Efficiency of the EmERGE pathway of care in five European HIV centres

EmERGE Consortium

    Research output: Contribution to journalA1: Web of Science-articlepeer-review


    We aimed to calculate the efficiency of the EmERGE Pathway of Care in five European HIV clinics, developed and implemented for medically stable people living with HIV.

    Participants were followed up for 1 year before and after implementation of EmERGE, between April 2016 and October 2019. Micro-costing studies were performed in the outpatient services of the clinics. Unit costs for outpatient services were calculated in national currencies and converted to US$ 2018 OECD purchasing parity prices to enable between clinic comparisons in terms of outcomes and costs. Unit costs were linked to the mean use of services for medically stable people living with HIV, before and after implementation of EmERGE. Primary outcome measures were CD4 count and viral load; secondary outcomes were patient activation (PAM13) and quality of life (PROQOL-HIV). Out-of-pocket expenditure data were collected.

    There were 2251 participants: 87–93% were male, mean age at entry was 41–47 years. Medically stable people living with HIV had outpatient visits in four sites which decreased by 9–31% and costs by 5–33%; visits and costs increased by 8% in one site, which had to revert back to face-to-face visits. Antiretroviral drugs comprised 83–91% of annual costs: the Portuguese site had the highest antiretroviral drug costs in US$ purchasing parity prices. Primary and secondary outcome measures of participants did not change during the study.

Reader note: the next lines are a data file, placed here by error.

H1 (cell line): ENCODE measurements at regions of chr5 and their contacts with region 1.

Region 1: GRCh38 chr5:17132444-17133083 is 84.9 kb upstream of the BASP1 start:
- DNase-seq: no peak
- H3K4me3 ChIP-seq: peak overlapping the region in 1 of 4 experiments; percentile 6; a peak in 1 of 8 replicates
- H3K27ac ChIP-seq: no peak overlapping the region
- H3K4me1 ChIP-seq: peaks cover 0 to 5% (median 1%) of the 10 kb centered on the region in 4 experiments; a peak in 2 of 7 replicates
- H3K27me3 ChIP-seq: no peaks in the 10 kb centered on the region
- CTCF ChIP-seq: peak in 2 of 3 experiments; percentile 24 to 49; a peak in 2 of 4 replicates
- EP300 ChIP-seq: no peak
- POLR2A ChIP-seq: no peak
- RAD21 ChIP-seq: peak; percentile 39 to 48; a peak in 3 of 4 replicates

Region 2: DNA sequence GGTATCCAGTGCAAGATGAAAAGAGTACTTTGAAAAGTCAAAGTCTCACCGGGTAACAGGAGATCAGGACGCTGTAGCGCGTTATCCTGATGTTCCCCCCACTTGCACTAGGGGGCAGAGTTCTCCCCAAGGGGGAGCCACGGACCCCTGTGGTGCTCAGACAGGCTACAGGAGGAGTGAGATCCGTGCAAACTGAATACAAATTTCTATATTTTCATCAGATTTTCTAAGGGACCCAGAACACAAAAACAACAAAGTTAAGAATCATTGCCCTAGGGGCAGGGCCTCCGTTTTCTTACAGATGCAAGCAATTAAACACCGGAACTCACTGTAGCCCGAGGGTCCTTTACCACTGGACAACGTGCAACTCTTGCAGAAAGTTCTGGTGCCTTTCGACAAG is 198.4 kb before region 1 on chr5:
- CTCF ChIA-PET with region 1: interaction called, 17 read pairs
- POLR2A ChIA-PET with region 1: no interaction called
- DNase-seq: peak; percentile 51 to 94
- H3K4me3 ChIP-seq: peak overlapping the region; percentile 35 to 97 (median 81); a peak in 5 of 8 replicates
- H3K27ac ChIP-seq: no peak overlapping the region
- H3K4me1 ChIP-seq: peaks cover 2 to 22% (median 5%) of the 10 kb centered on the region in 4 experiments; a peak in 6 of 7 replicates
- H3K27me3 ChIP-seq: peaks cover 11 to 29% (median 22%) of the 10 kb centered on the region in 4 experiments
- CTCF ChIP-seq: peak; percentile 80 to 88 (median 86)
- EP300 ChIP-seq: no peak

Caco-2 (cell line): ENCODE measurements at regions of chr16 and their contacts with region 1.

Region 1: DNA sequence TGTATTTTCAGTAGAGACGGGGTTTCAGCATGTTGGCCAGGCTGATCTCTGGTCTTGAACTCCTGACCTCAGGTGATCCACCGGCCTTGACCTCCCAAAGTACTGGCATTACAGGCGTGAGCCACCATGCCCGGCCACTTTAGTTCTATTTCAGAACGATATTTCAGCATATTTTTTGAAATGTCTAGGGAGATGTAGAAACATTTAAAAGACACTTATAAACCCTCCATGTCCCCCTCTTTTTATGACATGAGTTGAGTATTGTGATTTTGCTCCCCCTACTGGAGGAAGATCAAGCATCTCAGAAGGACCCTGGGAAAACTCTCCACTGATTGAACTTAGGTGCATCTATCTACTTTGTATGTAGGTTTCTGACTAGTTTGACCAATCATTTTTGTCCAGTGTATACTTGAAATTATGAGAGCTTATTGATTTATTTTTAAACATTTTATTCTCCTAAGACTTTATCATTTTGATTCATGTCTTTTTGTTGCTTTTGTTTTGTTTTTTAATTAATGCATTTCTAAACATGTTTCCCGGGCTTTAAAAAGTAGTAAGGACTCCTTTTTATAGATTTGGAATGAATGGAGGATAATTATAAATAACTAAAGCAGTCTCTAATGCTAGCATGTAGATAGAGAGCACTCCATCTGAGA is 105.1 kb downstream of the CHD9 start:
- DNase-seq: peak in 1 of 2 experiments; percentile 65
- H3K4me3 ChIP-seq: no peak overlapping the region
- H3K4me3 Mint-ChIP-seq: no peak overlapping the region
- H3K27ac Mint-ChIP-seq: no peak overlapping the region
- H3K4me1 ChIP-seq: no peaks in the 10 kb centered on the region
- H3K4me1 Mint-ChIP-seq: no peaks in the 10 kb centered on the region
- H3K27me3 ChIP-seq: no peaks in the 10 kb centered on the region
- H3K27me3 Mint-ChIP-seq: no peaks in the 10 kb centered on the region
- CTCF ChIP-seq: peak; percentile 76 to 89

EmERGE is acceptable and provided cost savings in different socio-economic settings. Antiretroviral drug costs remain the main cost drivers in medically stable people living with HIV. While antiretroviral drug prices in local currencies did not differ that much between countries, conversion to US$ purchasing parity prices revealed antiretroviral drugs were more expensive in the least wealthy countries. This needs to be taken into consideration when countries negotiate drug prices with pharmaceutical vendors. Greater efficiencies can be anticipated by extending the use of the EmERGE Pathway to people with complex HIV infection or other chronic diseases. Extending such use should be systematically monitored, implementation should be evaluated and funding should be provided to monitor and evaluate future changes in service provision.
    Original languageEnglish
    Issue number12
    Pages (from-to)1235-1246
    Number of pages12
    Publication statusPublished - 2022


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